A new survey was done on public attitudes toward Obamacare by the Kaiser Foundation. They polled 1,503 nationwide adults between August 13th and 19th -- and their survey has a margin of error of 3 points. The Republicans need to take a hard look at this bipartisan survey, because it shows they are in the minority in their opposition to Obamacare and in their desire to defund it.

First, the survey shows that there are not a majority of Americans opposed to Obamacare. About 37% favor the program, and another 20% haven't made up their minds about it. Only a plurality (about 42%) say they have an unfavorable opinion of Obamacare -- and a significant chunk of those people are liberals like myself, who just think Obamacare didn't go nearly far enough. This group doesn't want to defund or repeal Obamacare, but to make it stronger (perhaps with a single-payer government-run system, like Medicare for all citizens).

And most Americans do not like the idea of defunding Obamacare. About 57% of the general population say they would be opposed to that (while only 36% like the idea). The only group with a majority wanting to defund Obamacare is the Republican demographic (and fully 1/3 of them, about 34%, would be opposed to defunding Obamacare).

As a progressive, I hope the Republicans follow through on their effort to either defund Obamacare or shut down the government. That's because doing either would anger a significant majority of Americans (and undoubtably hurt them at the polls in 2014).

Another interesting part of the survey shows there is still a lot of misinformation and lies about Obamacare being spread. About 13% think Obamacare is no longer a law (with 8% thinking it was repealed by Congress and 5% thinking the Supreme Court overturned it), and another 31% say they don't know if it is still the law or not. That's rather sad, that at this late date so many don't know Obamacare is the law -- and is being implemented on a step-by-step basis.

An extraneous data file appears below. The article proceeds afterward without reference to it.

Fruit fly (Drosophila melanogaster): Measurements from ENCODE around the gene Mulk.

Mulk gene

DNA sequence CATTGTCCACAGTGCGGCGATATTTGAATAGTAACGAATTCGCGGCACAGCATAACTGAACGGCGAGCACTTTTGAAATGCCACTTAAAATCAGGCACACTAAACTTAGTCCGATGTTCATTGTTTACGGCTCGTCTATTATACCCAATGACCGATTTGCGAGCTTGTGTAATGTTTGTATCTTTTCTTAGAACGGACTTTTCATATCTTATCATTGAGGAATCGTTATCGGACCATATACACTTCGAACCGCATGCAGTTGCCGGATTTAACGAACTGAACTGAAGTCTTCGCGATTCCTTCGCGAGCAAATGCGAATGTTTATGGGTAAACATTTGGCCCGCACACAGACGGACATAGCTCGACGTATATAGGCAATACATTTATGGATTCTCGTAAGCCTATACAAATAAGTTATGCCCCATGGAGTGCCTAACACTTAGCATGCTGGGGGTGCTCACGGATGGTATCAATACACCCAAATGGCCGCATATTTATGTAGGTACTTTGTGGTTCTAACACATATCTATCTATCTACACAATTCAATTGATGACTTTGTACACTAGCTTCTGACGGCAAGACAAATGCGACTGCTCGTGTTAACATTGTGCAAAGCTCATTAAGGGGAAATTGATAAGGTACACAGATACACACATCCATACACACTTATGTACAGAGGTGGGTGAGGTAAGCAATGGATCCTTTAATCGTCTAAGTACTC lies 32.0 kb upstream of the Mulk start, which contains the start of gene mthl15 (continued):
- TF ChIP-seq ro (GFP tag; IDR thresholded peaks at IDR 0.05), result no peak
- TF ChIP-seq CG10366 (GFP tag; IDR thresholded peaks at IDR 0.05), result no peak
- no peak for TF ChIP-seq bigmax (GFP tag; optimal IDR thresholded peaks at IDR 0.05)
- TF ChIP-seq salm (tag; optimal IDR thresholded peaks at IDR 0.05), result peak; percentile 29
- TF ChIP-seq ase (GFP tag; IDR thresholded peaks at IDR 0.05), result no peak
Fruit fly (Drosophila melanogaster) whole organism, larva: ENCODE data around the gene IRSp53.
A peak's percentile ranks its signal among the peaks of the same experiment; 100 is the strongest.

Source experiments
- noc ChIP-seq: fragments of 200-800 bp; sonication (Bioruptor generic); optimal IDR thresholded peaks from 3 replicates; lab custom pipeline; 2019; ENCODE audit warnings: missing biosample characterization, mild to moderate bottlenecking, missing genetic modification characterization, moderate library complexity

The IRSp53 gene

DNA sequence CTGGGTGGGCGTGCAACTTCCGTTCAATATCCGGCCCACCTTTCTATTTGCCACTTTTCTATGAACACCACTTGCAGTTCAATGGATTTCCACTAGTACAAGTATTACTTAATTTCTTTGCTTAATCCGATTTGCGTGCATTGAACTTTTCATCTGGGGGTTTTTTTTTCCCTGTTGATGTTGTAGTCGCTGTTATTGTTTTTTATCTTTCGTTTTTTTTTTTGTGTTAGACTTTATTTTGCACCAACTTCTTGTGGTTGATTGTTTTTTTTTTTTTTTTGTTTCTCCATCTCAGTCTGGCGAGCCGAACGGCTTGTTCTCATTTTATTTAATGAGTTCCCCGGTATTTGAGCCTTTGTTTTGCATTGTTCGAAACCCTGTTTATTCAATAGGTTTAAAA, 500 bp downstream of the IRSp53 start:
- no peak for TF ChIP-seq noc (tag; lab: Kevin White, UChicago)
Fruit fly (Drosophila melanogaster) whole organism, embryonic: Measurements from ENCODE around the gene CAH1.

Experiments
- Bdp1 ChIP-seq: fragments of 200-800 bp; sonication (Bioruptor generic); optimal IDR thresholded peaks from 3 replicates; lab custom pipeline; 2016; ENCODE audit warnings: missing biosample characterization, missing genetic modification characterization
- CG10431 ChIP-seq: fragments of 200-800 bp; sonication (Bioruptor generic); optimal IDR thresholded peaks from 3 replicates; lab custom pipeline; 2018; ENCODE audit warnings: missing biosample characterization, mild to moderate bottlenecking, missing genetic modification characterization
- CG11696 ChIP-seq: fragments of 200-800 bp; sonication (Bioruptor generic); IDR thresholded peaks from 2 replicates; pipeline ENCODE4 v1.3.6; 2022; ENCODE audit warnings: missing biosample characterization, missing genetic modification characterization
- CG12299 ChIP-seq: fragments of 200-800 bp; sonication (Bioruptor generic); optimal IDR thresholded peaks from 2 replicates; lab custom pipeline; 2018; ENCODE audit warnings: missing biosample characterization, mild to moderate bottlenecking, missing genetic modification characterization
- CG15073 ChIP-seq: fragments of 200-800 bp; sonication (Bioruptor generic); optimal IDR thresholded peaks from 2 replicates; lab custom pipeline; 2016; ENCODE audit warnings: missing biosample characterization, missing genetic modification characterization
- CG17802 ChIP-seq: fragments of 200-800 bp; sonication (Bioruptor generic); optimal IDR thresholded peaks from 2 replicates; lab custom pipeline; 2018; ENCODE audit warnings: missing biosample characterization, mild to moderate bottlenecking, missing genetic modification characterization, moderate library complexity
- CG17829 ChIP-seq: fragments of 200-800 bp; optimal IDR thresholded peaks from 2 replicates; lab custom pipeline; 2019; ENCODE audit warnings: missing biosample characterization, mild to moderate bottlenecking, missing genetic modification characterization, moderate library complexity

Under Construction

Political Cartoon is by Mike Luckovich in the Atlanta Journal-Constitution.

Obama's Speech On 50th Anniversary Of The March On Washington

Here is part of the president's speech marking the 50th anniversary of the March on Washington (when Dr. King gave his famous "I Have A Dream" speech). You can read the whole speech here. I think this was one of his better speeches.

Five decades ago today, Americans came to this honored place to lay claim to a promise made at our founding: "We hold these truths to be self-evident, that all men are created equal, that they are endowed by their Creator with certain unalienable rights, that among these are Life, Liberty and the pursuit of Happiness."

In 1963, almost 200 years after those words were set to paper, a full century after a great war was fought and emancipation proclaimed, that promise -- those truths -- remained unmet. And so they came by the thousands from every corner of our country, men and women, young and old, blacks who longed for freedom and whites who could no longer accept freedom for themselves while witnessing the subjugation of others.

Across the land, congregations sent them off with food and with prayer. In the middle of the night, entire blocks of Harlem came out to wish them well. With the few dollars they scrimped from their labor, some bought tickets and boarded buses, even if they couldn't always sit where they wanted to sit. Those with less money hitchhiked or walked. They were seamstresses and steelworkers, students and teachers, maids and Pullman porters. They shared simple meals and bunked together on floors. And then, on a hot summer day, they assembled here, in our nation's capital, under the shadow of the Great Emancipator -- to offer testimony of injustice, to petition their government for redress, and to awaken America's long-slumbering conscience.